Delta Air Lines put its investment grade ratings to work for the first time on 9 March, issuing $2 billion in unsecured bonds at a 3.3% blended interest rate.
The $1 billion of three-year notes due in 2020 and $1 billion of five-year notes due in 2022 were priced at coupons of 2.875% and 3.625%, respectively, all-time lows for Atlanta-based Delta, says chief financial officer Paul Jacobson.
“A 2.875% coupon on a three-year piece of debt is the cheapest piece of debt that Delta’s ever raised in its history,” he said at the JP Morgan aviation, transportation and industrials conference on 15 March.
The three-year notes came in at 130bps over benchmark US Treasuries and the five-year notes at 150bps over benchmark treasuries.
The transaction was three times oversubscribed, with the book reaching $6 billion within an hour of launch, sources say.
Investors were “eager” to participate in the issue, a lender close to the deal says. There were some questions about Delta and the state of the US airline industry, but many were already familiar with the company and the consolidation and transition that the industry has undergone since 2008.
“Delta was able to hit the market pretty quickly and achieve good benchmark pricing,” says the source close to the deal, noting that the bonds set a benchmark for pricing on future unsecured issues by the carrier.
Joint bookrunning managers are Barclays Capital, Goldman Sachs, JP Morgan, Morgan Stanley, Bank of America Merrill Lynch, Citi, Credit Agricole, Credit Suisse, Deutsche Bank and US Bancorp. Co-managers are BNP Paribas, Guzman & Co, Natixis, Williams Capital Group, UBS Securities and Wells Fargo.
The bonds are Delta’s first unsecured capital markets transaction since it received an investment grade rating of Baa3 from Moody’s Investors Service in February 2016. Fitch Ratings followed suit with a BBB- rating in May.
“The investment-grade balance sheet and the ratings that we’ve gotten have also allowed us to use our balance sheet in creative ways that aren’t available to others in the industry,” says Jacobson.
Standard & Poor’s (S&P) has a BB+ rating on Delta.
Delta will use proceeds from the $2 billion in bonds for its defined benefit pension obligations, which stood at $10.6 billion at the end of 2016.
The move allows the airline to reduce its annual retirement benefit contributions to $500 million from $1.2 billion annually up to 2020, with the $700 million balance going to debt repayment, says Jacobson.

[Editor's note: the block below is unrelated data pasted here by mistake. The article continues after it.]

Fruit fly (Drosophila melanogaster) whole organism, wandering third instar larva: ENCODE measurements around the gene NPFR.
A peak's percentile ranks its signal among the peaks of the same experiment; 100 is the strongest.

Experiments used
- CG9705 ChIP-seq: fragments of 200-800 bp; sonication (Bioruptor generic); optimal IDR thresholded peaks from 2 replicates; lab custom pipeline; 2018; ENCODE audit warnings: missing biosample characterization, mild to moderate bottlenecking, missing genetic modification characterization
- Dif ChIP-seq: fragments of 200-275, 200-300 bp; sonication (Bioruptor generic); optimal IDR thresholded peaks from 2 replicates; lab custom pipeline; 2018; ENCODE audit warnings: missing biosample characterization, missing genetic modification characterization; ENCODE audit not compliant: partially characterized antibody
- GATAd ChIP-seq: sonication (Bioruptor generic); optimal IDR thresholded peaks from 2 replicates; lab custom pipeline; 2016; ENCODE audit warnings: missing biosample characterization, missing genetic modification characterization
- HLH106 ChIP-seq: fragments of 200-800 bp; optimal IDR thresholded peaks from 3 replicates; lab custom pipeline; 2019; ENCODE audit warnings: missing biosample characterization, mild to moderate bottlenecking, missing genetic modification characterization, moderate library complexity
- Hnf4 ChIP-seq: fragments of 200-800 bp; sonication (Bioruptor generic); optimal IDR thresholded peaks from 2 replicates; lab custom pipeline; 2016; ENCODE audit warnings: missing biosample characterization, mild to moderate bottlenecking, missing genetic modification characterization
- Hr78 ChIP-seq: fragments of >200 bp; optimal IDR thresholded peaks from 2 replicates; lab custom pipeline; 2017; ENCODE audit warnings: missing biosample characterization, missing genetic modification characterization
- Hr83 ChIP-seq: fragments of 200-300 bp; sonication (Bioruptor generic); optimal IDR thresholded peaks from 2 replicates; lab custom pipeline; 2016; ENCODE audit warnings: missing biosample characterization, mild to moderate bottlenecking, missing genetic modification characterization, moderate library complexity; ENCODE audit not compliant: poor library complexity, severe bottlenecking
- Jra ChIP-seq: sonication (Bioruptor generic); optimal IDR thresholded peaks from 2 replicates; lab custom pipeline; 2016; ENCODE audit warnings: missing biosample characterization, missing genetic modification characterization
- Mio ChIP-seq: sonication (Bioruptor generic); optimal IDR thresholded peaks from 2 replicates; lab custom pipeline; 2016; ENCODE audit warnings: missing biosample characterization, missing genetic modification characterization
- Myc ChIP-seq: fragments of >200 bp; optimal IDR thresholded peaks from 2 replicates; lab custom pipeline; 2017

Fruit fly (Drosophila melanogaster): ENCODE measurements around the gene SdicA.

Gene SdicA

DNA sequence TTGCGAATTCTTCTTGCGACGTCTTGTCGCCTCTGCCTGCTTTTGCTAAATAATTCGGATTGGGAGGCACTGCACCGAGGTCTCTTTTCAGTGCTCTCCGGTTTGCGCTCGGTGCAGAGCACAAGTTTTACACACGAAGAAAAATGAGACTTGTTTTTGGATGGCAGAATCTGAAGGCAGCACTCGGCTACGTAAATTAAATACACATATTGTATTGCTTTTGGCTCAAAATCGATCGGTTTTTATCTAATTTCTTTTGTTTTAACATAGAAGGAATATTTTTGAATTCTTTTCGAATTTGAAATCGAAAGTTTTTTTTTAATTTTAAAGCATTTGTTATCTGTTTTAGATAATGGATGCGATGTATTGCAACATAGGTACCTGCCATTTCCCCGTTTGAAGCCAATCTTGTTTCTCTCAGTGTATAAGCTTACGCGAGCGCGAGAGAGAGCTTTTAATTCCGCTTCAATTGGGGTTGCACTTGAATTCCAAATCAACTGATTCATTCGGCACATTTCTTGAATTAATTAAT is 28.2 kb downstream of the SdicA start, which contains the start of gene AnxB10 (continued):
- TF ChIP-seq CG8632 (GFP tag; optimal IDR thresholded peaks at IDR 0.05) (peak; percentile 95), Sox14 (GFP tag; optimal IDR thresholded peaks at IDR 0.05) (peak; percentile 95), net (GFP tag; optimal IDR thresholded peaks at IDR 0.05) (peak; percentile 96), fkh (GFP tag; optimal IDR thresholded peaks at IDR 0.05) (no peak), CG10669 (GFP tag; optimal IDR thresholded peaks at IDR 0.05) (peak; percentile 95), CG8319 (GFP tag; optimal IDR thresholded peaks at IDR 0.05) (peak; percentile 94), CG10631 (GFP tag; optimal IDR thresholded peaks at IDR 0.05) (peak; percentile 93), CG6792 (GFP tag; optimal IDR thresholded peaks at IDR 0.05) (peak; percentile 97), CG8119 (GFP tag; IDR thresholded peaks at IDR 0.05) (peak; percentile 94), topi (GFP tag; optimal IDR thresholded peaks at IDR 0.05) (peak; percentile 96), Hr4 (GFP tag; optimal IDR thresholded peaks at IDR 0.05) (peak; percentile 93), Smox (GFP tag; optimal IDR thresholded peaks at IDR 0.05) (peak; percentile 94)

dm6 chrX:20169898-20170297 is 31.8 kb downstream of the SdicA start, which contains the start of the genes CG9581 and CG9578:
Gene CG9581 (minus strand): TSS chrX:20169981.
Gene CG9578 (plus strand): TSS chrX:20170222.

This, coupled with the 50bps increase in the US federal funds rate since December that has reduced Delta’s unfunded liability by about $1 billion, has the carrier on track to achieve 95% funded status for its pensions by 2020, he says.
Delta previously aimed to fund 80% of the obligations, which stood at $20.9 billion at the end of last year, by 2020.
In addition, both Fitch and Moody’s see the bonds as credit-neutral due to the decision to use the proceeds for pension obligations. Leverage will remain unchanged as the decrease in the obligations offsets the increase in long-term debt on Delta’s balance sheet.
Adjusted debt-to-EBITDAR leverage at the carrier is estimated at two times by Fitch and 2.5 times by Moody’s following the transaction.
The new unsecured notes are subordinate to their secured counterparts on Delta’s balance sheet, says Fitch. However, the rating agency notes that the airline is expected to shift towards more unsecured debt in the future, potentially further improving its credit metrics.
Delta continues to target $4 billion in net debt by 2020, says Jacobson.
Long-term debt stood at $6.2 billion at the end of 2016, after falling 8.4% during the year.
CASH FOR AIRCRAFT
Delta will continue to pay cash for the majority of aircraft deliveries for the foreseeable future, even with the investment grade unsecured capital markets open to it, says Jacobson.
“We continue to believe that unencumbered assets are a very, very good key for sustainability,” he says. “It provides the ultimate rainy day fund.”
Delta aims for roughly a 75% owned fleet and 25% leased, says Jacobson, who notes that leasing helps manage flexibility and residual values.
The carrier leases 18.7% of the 849 aircraft in its in service mainline fleet, Flight Fleets Analyzer shows. Boeing Capital is its largest counterparty with leases covering 79 Boeing 717-200s, followed by CIT Aviation with leases for 19 Boeing 737-900ERs and one Boeing 757-200.
Delta will continue to close sale-and-leasebacks for new aircraft but “on the edges”, says Jacobson.
The airline has a request for proposals with lessors for the sale and leaseback of five Airbus A321s and five 737-900ERs due in the second half of 2017.
SLBs are commanding very attractive rates for airlines as lessors compete for their business. Wells Fargo analyst Gary Liebowitz noted in a report earlier this month that lease-rate factors for narrowbody aircraft, like the A320 and 737 families, are typically at or below 0.65% a month.
Delta expects to take delivery of 17 A321s, two Airbus A330-300s, five Airbus A350-900s and 20 737-900ERs this year, its latest fleet plan shows. It anticipates $3.5 billion in capital expenditures.
The carrier is still likely to return to the unsecured capital markets, but not to fund capital expenditures. Jacobson says it could tap the market to refinance some of the $6.36 billion in long-term debt that matures over the next five years, calling unsecured debt both “available” and “cheap”.
Source: Cirium Dashboard